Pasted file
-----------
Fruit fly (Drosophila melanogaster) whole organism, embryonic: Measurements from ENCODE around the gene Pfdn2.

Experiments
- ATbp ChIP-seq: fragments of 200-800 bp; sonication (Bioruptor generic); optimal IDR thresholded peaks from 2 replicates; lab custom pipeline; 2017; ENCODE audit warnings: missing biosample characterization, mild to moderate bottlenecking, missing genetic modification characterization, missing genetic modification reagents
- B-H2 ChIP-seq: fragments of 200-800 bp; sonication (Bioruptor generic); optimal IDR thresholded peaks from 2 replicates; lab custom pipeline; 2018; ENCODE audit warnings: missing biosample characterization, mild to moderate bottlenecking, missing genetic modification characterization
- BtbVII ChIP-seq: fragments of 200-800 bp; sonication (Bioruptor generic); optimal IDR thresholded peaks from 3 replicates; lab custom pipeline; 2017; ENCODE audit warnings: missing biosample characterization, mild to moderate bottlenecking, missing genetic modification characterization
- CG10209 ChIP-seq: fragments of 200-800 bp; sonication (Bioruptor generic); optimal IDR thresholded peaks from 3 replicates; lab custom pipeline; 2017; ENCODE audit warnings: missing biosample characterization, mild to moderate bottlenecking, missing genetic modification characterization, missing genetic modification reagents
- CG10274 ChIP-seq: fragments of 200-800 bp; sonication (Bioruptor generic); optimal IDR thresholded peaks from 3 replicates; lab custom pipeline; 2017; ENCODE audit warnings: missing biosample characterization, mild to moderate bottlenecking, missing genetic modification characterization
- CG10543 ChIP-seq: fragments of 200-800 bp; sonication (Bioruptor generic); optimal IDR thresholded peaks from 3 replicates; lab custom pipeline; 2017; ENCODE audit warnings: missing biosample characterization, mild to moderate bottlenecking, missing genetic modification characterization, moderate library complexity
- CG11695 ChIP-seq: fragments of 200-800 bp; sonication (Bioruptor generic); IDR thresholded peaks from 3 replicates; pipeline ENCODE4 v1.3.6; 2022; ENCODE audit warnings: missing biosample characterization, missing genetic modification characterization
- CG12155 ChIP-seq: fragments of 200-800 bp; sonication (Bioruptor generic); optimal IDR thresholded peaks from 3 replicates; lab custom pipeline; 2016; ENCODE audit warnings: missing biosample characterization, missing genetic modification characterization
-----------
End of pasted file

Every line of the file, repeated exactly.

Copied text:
Fruit fly (Drosophila melanogaster) whole organism, embryonic: Measurements from ENCODE around the gene Pfdn2.

Experiments
- ATbp ChIP-seq: fragments of 200-800 bp; sonication (Bioruptor generic); optimal IDR thresholded peaks from 2 replicates; lab custom pipeline; 2017; ENCODE audit warnings: missing biosample characterization, mild to moderate bottlenecking, missing genetic modification characterization, missing genetic modification reagents
- B-H2 ChIP-seq: fragments of 200-800 bp; sonication (Bioruptor generic); optimal IDR thresholded peaks from 2 replicates; lab custom pipeline; 2018; ENCODE audit warnings: missing biosample characterization, mild to moderate bottlenecking, missing genetic modification characterization
- BtbVII ChIP-seq: fragments of 200-800 bp; sonication (Bioruptor generic); optimal IDR thresholded peaks from 3 replicates; lab custom pipeline; 2017; ENCODE audit warnings: missing biosample characterization, mild to moderate bottlenecking, missing genetic modification characterization
- CG10209 ChIP-seq: fragments of 200-800 bp; sonication (Bioruptor generic); optimal IDR thresholded peaks from 3 replicates; lab custom pipeline; 2017; ENCODE audit warnings: missing biosample characterization, mild to moderate bottlenecking, missing genetic modification characterization, missing genetic modification reagents
- CG10274 ChIP-seq: fragments of 200-800 bp; sonication (Bioruptor generic); optimal IDR thresholded peaks from 3 replicates; lab custom pipeline; 2017; ENCODE audit warnings: missing biosample characterization, mild to moderate bottlenecking, missing genetic modification characterization
- CG10543 ChIP-seq: fragments of 200-800 bp; sonication (Bioruptor generic); optimal IDR thresholded peaks from 3 replicates; lab custom pipeline; 2017; ENCODE audit warnings: missing biosample characterization, mild to moderate bottlenecking, missing genetic modification characterization, moderate library complexity
- CG11695 ChIP-seq: fragments of 200-800 bp; sonication (Bioruptor generic); IDR thresholded peaks from 3 replicates; pipeline ENCODE4 v1.3.6; 2022; ENCODE audit warnings: missing biosample characterization, missing genetic modification characterization
- CG12155 ChIP-seq: fragments of 200-800 bp; sonication (Bioruptor generic); optimal IDR thresholded peaks from 3 replicates; lab custom pipeline; 2016; ENCODE audit warnings: missing biosample characterization, missing genetic modification characterization